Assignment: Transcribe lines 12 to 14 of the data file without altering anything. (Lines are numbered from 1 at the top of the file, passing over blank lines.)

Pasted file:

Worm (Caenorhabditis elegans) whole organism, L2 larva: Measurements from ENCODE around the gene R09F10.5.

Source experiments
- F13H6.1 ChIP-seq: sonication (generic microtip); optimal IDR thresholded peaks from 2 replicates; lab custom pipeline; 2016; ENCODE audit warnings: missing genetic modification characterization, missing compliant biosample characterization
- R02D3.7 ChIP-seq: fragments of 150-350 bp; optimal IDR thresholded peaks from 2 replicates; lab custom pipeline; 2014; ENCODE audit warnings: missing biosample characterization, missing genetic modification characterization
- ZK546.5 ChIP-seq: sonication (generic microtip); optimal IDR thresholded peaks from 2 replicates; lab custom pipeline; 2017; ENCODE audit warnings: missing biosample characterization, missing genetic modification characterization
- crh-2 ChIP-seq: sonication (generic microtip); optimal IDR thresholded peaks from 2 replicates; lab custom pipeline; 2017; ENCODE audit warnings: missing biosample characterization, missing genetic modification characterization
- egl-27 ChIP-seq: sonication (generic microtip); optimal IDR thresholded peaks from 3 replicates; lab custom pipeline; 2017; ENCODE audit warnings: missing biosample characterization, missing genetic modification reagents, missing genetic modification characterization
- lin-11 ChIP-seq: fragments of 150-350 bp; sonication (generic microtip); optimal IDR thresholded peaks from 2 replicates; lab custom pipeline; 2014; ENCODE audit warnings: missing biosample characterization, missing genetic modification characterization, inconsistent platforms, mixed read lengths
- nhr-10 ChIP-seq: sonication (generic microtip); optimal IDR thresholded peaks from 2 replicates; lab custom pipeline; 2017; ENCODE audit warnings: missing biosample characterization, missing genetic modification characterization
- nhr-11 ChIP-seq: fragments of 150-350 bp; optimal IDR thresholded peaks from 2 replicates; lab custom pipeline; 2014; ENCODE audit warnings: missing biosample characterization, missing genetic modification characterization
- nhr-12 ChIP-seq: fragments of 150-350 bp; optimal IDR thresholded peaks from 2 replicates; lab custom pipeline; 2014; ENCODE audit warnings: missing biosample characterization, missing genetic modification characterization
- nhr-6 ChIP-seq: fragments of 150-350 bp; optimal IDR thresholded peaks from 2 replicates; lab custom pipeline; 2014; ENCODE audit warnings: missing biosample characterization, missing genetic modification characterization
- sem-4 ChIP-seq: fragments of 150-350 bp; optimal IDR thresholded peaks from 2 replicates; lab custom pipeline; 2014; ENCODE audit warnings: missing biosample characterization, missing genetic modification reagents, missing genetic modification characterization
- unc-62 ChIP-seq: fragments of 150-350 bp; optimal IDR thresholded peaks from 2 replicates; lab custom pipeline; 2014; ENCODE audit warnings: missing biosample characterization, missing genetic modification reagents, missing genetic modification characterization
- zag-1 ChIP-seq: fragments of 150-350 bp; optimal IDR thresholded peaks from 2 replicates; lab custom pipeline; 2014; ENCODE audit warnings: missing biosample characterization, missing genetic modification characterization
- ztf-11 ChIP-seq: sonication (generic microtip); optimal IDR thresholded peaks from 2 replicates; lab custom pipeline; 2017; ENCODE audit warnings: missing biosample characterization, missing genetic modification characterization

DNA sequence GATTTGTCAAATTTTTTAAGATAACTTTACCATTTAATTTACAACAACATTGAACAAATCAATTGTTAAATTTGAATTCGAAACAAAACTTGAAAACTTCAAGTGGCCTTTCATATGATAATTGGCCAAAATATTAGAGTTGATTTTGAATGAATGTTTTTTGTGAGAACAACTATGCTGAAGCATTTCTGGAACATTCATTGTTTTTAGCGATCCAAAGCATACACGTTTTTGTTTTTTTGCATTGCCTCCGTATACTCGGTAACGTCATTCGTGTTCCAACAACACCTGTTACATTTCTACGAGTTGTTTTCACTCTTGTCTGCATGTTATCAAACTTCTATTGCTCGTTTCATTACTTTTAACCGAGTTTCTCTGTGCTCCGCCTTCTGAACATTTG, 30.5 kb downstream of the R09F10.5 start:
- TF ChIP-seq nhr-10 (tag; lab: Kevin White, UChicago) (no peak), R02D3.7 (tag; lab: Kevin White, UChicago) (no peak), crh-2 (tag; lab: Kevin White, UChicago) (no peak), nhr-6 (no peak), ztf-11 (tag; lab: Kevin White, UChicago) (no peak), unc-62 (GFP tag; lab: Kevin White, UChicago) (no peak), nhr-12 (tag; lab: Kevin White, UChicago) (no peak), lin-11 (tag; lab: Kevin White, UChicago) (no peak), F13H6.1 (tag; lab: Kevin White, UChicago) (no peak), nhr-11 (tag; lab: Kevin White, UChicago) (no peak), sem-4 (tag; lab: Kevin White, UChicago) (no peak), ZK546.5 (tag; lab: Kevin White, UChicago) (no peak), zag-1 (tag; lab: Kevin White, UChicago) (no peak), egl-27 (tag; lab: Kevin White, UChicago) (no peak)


- nhr-6 ChIP-seq: fragments of 150-350 bp; optimal IDR thresholded peaks from 2 replicates; lab custom pipeline; 2014; ENCODE audit warnings: missing biosample characterization, missing genetic modification characterization
- sem-4 ChIP-seq: fragments of 150-350 bp; optimal IDR thresholded peaks from 2 replicates; lab custom pipeline; 2014; ENCODE audit warnings: missing biosample characterization, missing genetic modification reagents, missing genetic modification characterization
- unc-62 ChIP-seq: fragments of 150-350 bp; optimal IDR thresholded peaks from 2 replicates; lab custom pipeline; 2014; ENCODE audit warnings: missing biosample characterization, missing genetic modification reagents, missing genetic modification characterization